In mid-March 1975 a League meeting spent a considerable time discussing how the fixtures were to be completed. A brief discussion took place on the question of Introducing a “pools panel” to forecast the results of matches that could not be completed in the season. However, this idea was rejected, and it was decided to play as many as possible of the 300 or so League matches still outstanding, particularly those affecting promotion and relegation issues. 

Even then postponements still continued when the complete programme for the last Saturday of March was wiped out – the twelfth Saturday lost in the season. The Norman Hardy Cup semi-finals saw a repeat of the previous season’s final when St. Gabriels was drawn against Durdham Down, which the former won 2-0. In the other tie, Saints from the Second Division played Greyfriars Athletic and recorded a 3-1 win to reach the club’s first of many finals. During mid-April work started on the new referees’ dressing rooms, which were built between the existing dressing rooms and the gentleman’s toilets. Previously referees had used corners in most clubs’ rooms. The dressing rooms were finished by the start of season 1975-76. In addition, Clifton St. Vincents provided six ball boys for the FA Vase final at Wembley. 

In the AIl Saints Cup final Cotswool Reserves was beaten for the second successive year, this time 3-1 by Durdham Down Reserves. Whilst in the Norman Hardy final St. Gabriels recorded a resounding 6-0 win over Saints, but the latter’s time was still to come. St. Gabriels win was their fourth in succession in the competition, equalling the record of St. Andrews set in the late 1930s.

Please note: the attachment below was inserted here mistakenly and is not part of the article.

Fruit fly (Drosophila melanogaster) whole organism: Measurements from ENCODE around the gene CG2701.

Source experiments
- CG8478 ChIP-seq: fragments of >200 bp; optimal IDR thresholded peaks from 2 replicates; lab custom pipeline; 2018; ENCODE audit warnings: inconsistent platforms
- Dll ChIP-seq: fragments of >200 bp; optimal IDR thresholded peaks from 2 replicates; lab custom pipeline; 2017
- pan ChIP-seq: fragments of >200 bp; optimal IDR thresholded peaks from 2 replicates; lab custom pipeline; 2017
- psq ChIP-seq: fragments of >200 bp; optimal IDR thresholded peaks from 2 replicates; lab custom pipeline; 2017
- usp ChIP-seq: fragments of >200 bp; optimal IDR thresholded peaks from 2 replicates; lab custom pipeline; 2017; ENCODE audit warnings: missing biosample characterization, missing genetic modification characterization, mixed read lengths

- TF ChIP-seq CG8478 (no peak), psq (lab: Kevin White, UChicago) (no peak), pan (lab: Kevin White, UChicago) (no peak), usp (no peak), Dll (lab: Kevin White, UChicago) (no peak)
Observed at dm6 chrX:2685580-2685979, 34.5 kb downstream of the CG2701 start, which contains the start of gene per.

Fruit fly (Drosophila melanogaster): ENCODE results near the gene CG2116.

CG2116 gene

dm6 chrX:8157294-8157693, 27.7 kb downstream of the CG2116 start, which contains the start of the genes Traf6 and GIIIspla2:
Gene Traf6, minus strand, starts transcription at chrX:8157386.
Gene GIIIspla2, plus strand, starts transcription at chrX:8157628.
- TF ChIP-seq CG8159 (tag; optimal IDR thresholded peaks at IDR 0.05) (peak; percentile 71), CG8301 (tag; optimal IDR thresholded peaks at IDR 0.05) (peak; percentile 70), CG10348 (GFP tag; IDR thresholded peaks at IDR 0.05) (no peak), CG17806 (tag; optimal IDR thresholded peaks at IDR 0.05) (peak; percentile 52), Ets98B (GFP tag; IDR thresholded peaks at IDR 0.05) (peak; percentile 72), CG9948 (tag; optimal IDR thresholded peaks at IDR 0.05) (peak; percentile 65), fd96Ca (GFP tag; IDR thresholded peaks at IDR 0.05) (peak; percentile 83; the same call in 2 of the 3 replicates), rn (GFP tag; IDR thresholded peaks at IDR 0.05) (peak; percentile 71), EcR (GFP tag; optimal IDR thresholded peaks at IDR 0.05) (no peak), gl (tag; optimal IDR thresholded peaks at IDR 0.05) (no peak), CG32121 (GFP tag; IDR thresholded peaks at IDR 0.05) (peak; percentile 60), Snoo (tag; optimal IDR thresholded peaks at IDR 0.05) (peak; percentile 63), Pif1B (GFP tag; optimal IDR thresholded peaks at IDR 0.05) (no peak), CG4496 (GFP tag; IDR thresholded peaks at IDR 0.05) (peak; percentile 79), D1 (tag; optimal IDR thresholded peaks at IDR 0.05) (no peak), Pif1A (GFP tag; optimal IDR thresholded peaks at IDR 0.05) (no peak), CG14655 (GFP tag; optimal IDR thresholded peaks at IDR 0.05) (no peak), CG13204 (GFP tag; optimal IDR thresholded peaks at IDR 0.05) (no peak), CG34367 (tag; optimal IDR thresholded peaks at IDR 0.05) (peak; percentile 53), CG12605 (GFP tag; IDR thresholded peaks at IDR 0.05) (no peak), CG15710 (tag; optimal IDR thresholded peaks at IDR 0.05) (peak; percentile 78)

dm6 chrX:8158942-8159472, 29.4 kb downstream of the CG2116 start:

The match also marked the end of St. Gabriels association with the League as the club left to join the Suburban League for the next season. In Division 1 Durdham Down got away to an encouraging start with an 11-0 early season win over Ambleside United. The score reflected the fact that Durdham Down was to be a contender for the championship all season, whilst Ambleside was to lose every League match apart from two drawn games. 

St. Gabriels not unnaturally started the season as though it was going to retain the League championship for a record equalling seventh successive season. However, on Saturday 16th November 1974 there was a major surprise when Gabriels lost 4-1 to Sneyd Park, only two weeks after defeating Sneyd 4-1. 

Thus an undefeated League and Norman Hardy up record stretching back to 8th April 1972 had come to an end. During this time St. Gabriels had played 73 Downs league games without defeat, scoring 286 and conceding only 55. 

Furthermore, Gabriels lost another League match later in the season, but nevertheless still remained on course for the Championship. 116 With the season curtailed by the volume of matches lost by bad weather, no clubs were able to complete their fixtures, thus the Divisional championships, runner up, promotion and relegation issues were decided almost by default.” In the First Division clubs had started the season by expecting to play 26 League in the event they only played between 21 and 23 matches.